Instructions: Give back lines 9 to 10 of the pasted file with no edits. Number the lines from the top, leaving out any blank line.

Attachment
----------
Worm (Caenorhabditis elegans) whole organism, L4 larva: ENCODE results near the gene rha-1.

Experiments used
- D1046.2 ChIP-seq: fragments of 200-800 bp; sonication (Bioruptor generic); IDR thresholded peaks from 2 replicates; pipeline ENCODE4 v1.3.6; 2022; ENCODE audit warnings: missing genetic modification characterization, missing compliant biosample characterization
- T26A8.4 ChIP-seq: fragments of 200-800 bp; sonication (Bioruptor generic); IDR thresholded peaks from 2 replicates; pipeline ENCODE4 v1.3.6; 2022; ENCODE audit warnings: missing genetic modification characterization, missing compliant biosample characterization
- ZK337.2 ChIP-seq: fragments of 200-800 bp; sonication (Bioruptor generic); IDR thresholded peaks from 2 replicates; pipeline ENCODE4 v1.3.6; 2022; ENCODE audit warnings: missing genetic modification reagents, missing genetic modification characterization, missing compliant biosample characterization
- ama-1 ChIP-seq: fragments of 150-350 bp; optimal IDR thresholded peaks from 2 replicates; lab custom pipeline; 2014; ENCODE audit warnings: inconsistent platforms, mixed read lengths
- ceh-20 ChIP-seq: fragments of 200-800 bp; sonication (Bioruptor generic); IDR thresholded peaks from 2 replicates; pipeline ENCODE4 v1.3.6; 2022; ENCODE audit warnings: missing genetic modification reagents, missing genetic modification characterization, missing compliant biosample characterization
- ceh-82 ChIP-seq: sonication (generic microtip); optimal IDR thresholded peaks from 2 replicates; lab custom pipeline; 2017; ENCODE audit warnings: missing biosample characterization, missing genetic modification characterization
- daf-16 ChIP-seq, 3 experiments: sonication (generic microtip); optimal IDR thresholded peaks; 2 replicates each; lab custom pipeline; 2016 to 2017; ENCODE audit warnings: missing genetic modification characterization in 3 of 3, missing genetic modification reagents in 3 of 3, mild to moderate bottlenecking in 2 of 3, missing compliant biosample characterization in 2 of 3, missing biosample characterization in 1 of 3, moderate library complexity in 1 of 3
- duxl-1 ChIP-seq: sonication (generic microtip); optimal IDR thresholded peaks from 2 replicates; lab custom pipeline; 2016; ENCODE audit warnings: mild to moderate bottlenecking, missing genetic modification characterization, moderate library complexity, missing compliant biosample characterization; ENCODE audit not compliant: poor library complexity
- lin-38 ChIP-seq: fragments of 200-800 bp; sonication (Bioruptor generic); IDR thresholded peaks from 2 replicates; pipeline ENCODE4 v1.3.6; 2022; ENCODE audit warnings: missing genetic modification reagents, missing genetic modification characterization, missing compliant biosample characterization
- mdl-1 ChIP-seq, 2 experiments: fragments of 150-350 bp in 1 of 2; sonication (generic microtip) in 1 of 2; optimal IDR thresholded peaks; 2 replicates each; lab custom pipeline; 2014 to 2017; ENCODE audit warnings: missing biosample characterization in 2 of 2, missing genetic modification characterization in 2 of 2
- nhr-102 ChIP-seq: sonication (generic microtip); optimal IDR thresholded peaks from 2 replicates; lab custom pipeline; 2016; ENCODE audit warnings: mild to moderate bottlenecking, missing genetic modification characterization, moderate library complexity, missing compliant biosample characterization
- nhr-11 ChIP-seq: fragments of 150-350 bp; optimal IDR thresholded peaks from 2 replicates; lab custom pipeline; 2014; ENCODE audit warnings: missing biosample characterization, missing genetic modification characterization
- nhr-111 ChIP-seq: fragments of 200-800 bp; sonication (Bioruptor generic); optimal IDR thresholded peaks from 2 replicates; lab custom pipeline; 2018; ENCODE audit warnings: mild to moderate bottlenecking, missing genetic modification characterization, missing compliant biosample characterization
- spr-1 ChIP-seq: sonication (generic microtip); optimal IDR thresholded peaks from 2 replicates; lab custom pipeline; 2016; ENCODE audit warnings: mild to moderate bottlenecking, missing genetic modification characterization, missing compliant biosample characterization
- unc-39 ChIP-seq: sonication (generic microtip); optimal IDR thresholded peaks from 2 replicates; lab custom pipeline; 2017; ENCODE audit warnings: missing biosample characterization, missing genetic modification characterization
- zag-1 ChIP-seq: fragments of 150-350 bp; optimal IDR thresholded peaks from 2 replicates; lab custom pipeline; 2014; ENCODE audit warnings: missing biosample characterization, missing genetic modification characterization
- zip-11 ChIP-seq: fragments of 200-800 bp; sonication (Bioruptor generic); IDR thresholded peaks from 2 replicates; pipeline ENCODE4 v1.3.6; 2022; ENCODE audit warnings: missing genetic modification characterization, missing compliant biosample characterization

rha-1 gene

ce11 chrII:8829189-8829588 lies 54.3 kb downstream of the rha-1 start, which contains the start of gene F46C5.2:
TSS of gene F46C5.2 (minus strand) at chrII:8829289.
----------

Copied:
- daf-16 ChIP-seq, 3 experiments: sonication (generic microtip); optimal IDR thresholded peaks; 2 replicates each; lab custom pipeline; 2016 to 2017; ENCODE audit warnings: missing genetic modification characterization in 3 of 3, missing genetic modification reagents in 3 of 3, mild to moderate bottlenecking in 2 of 3, missing compliant biosample characterization in 2 of 3, missing biosample characterization in 1 of 3, moderate library complexity in 1 of 3
- duxl-1 ChIP-seq: sonication (generic microtip); optimal IDR thresholded peaks from 2 replicates; lab custom pipeline; 2016; ENCODE audit warnings: mild to moderate bottlenecking, missing genetic modification characterization, moderate library complexity, missing compliant biosample characterization; ENCODE audit not compliant: poor library complexity